Spacious and cheap – but don’t expect sophistication
The Dacia Logan MCV is a utilitarian estate that could do with some refinement
Date Reviewed: January 5, 2014
Do you remember the Renault 4? If you’re of a certain age you certainly will, as reams of them were built from kits in the former Renault factory in Wexford. They were a common sight on Irish roads until motorised senility started to do for them. Rust caught up with the ones that age failed to finish off. My mum had one for years and it was always something of a faithful family wagon: spacious, mechanically simple and sponging around the place on soft, rolly French suspension. Not a great car, perhaps, but one full of character and panache, in spite of its lowly, affordable status.
Fast forward through the fog of nostalgia and we come to 2013 and the Dacia Logan MCV. Dacia is, as you will most likely know by now, Renault’s Romanian arm, cranking out affordably priced hatchbacks and crossovers, built on the cheap by dipping deep into Renault’s parts bin. They are bits of cars, combining new engines and transmissions with cheap bodies, suspension and interiors. It has proved a staggeringly successful blend for Dacia and its latest weapon in the war on high car prices is this, the Logan. Essentially, it’s a stretched version of the existing Sandero hatchback, with more metalwork and glazing out the back to turn it into an estate. Hence the MCV bit of the name – stands for (oh, dear...) maximum capacity vehicle.
Neat Germanic styling
Well, it may have a podium place in the All-Comers Silly
Car Names Steeplechase, but there’s no doubting the rightness of the Logan’s concept. It’s cheap (€11,990 for the cheapest version, €15,690 for the ritzy Signature spec version we’re testing here, and PCP plans start from €119 a month) but
not entirely cheerless. The styling is neat and quite Germanic, and if the extension out the back isn’t the prettiest piece of construction ever, then it’s certainly effective – you can cram 573 litres of luggage back there. Or you can fold down the back seats and fill it to the tune of 1,518 litres. Those figures are comparable to the likes of a Ford Mondeo estate, or a small van, and they make the Logan an amazingly practical car for the money.
That boot space hasn’t been found at the expense of rear-seat room either. There’s sufficient space for a growing family and the Logan comes with a four-star EuroNCAP safety rating too.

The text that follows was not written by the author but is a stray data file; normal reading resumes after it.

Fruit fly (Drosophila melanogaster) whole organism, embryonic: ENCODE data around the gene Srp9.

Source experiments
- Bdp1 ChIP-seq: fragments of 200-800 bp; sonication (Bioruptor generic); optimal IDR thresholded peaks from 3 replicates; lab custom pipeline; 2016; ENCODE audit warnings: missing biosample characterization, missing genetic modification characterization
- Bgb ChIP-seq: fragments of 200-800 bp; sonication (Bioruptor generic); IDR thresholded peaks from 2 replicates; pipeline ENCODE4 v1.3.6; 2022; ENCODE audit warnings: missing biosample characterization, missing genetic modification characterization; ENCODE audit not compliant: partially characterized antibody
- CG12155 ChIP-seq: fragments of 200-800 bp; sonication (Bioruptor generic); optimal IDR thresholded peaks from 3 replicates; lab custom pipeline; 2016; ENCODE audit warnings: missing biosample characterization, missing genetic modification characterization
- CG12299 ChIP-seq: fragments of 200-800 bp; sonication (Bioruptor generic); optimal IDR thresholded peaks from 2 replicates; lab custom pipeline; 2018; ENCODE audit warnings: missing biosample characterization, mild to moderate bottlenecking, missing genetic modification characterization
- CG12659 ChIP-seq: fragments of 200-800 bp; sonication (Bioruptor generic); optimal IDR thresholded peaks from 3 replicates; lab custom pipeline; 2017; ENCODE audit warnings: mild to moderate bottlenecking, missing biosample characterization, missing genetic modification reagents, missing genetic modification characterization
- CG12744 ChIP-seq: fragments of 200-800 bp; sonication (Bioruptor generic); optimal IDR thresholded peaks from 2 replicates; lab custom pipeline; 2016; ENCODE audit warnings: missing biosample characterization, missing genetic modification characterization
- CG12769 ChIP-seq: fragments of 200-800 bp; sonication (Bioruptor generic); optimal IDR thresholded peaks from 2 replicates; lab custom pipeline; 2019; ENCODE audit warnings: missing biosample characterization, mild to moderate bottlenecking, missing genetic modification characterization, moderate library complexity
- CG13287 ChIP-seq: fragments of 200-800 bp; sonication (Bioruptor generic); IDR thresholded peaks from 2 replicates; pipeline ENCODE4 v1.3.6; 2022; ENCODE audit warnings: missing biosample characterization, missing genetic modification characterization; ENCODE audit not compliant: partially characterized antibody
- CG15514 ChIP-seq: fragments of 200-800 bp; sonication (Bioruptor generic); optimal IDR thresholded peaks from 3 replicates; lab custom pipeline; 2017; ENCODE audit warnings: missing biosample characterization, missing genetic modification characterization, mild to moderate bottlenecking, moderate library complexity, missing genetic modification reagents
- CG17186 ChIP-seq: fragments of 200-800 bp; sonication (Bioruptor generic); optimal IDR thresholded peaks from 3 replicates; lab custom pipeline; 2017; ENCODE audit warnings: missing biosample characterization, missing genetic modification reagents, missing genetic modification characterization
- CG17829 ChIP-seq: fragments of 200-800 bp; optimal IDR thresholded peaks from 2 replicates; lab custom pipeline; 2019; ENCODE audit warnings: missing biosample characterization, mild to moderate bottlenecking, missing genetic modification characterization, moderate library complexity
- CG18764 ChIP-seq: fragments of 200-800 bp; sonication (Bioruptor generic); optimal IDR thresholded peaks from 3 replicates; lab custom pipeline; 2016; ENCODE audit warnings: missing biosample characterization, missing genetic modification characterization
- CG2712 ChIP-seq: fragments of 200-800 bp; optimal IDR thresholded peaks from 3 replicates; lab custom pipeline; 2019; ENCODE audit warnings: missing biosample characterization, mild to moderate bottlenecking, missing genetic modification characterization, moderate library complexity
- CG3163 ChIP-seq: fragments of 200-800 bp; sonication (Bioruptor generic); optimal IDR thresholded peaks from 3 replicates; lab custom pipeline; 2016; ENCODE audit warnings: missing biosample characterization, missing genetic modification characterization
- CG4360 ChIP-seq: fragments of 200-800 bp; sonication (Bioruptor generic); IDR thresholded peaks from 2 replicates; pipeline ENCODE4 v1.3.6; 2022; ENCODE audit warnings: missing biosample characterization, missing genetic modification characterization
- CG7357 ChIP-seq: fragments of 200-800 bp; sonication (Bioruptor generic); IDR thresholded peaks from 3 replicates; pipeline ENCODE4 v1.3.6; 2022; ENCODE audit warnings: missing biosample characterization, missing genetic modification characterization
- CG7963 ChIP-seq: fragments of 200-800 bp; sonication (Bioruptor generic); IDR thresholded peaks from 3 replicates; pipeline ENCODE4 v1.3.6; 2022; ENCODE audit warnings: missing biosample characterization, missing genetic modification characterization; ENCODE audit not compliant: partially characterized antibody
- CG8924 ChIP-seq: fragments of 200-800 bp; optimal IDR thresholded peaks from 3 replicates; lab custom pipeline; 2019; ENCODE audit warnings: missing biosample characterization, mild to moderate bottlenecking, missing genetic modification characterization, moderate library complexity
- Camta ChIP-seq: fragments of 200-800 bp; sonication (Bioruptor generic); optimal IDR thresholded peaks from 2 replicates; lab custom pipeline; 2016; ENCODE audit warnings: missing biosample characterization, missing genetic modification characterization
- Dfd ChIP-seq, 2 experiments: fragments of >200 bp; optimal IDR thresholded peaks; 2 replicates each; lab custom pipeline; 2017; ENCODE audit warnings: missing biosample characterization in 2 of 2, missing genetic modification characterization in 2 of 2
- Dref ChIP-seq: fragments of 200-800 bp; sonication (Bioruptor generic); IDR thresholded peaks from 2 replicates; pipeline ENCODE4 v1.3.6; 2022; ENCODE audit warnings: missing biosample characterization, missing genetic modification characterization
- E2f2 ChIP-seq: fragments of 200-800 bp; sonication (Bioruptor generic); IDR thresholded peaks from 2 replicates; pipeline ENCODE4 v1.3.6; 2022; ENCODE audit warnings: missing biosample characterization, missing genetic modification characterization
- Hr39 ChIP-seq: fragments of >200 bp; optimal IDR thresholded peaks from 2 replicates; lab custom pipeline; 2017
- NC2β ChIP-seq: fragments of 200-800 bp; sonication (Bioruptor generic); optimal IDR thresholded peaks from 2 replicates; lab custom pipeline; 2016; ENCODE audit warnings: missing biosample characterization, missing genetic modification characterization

Cheap cabin trim
It’s also not without charm on the inside. The seats are comfy, and while you can easily poke holes (metaphorically, not literally) in the cheap cabin
trim and old-style Renault switchgear, everything works, and there’s air conditioning, a Bluetooth phone connection and a plug for your iPhone.
Our test car had the 90hp 1.5 dCi diesel engine, and while going for diesel power does mean spending quite a bit extra (you’ll be a long time getting back the €2k Dacia asks for one over its most basic 1.2 petrol) there is something pleasing about sitting into such a car and seeing a distance to refuel figure of more than 1,000km. There’s not much doubt you’ll match that figure either, as we easily squeezed 55mpg out of our Logan, and a gentler right foot would doubtless achieve better. CO2 emission of 99g/km are not to be sniffed at either, giving you an annual motor tax bill of just €170.
There are issues, though. Refinement is one. There’s a ridiculous amount of boom and roar from the engine at certain speeds, primarily caused by that long, narrow body acting like a giant diesel-powered tuning fork. The ride quality needs some work too – the rear end tends to skip and hop over obstacles, and while the Logan scuttles around corners well enough, you can easily sense that front-end grip is at a premium. Sophisticated it ain’t.
Work is needed too on the build quality. With just a few kilometres on the clock, the driver’s door had already developed a loud squeak and needed a hefty shove to shut it properly. On the upside, the rear load space is nicely trimmed with relatively plush carpet – far nicer than the much more expensive, less spacious, Toyota Auris Touring Sports.
The whole idea of a Dacia is that it provides practical, utilitarian motoring at a price you can afford with just about as much comfort and convenience as you need.
But perhaps a little more attention to such issues as refinement and ride would be nice.
Still, a hard-up family in need of space could do a lot worse.